Baker v. Hands On Originals
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Blaine Adamson owns Hands On Originals, a small screen printing shop in Kentucky that creates promotional materials like shirts, hats, blankets, and mugs. Blaine serves everyone regardless of their race, gender, or sexual orientation. But he doesn’t print messages that are contrary to his faith, such as messages promoting violence. As printers across the country have agreed, it is standard industry practice for printers to decline messages that contradict their core beliefs. Blaine has operated this way for years without a problem.
Ordered to Violate His Faith
In 2012, the Gay and Lesbian Services Organizations (GLSO) asked Blaine to create t-shirts promoting the local Pride Festival. Because the message of the t-shirts conflicted with Blaine’s religious beliefs, he offered to connect GLSO with other printers who would match his price. GLSO received numerous offers to print the t-shirts and ultimately received them for free. But GLSO filed a complaint with the local human rights commission, which ordered Blaine to print the shirts and attend “diversity training” to change his views.
Support from the LGBT Community
“This isn’t a gay or straight issue. This is a human issue. No one really should be forced to do something against what they believe in. It’s as simple as that,” said Kathy Trautvertter & Diane DiGeloromo of BMP T-shirts.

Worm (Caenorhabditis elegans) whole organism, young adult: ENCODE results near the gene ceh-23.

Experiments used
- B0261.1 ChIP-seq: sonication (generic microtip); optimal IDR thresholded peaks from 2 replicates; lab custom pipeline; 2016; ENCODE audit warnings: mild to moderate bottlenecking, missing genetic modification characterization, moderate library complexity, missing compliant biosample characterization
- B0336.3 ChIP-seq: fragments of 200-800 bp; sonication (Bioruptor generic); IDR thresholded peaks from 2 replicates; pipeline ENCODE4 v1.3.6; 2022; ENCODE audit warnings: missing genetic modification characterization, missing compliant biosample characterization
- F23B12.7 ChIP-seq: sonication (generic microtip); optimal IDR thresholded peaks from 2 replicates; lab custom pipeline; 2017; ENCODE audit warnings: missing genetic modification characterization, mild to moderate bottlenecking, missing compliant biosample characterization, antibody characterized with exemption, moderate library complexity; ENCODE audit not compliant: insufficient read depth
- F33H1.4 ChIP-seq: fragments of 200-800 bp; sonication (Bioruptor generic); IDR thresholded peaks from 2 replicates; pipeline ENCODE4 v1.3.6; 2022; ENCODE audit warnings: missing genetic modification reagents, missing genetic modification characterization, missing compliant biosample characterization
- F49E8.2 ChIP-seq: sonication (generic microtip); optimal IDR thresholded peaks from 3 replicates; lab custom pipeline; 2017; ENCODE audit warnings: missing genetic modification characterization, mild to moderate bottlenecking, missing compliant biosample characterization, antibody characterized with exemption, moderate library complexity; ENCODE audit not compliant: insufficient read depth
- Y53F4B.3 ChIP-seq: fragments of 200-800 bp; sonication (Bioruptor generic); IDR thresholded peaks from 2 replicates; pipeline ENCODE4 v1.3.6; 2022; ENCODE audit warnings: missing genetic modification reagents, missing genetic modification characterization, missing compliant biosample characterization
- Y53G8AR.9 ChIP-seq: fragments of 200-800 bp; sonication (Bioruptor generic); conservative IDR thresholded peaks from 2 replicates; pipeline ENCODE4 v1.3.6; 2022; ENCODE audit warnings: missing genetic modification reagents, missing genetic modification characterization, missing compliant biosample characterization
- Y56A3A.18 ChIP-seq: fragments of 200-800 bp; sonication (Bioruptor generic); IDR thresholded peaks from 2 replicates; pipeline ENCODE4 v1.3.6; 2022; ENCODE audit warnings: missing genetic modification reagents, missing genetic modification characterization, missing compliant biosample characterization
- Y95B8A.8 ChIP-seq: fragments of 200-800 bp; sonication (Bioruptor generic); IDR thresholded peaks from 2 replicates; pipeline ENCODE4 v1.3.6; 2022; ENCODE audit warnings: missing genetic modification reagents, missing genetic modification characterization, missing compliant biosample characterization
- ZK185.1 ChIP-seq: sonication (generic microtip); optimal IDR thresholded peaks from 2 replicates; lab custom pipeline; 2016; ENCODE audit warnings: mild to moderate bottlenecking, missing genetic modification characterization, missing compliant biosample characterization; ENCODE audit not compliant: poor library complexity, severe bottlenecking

Defending Blaine’s Free Speech
The human rights commission has now appealed the case to the Kentucky Supreme Court. In February 2018, Becket and University of Virginia Law Professor Doug Laycock, together with Stoll Keenon Ogden PLLCS, filed a friend-of-the-court brief supporting Blaine. The brief argues: “Just as a pro-choice printer has a right to decline to print a religious message attacking Planned Parenthood, and a gay photographer has a right to decline to photograph a religious anti-gay rally, a Christian printer who believes in traditional marriage has a right to decline to print materials contradicting that view. The law protects the freedom of individuals in a pluralistic society to disagree.”
A decision is expected in 2018.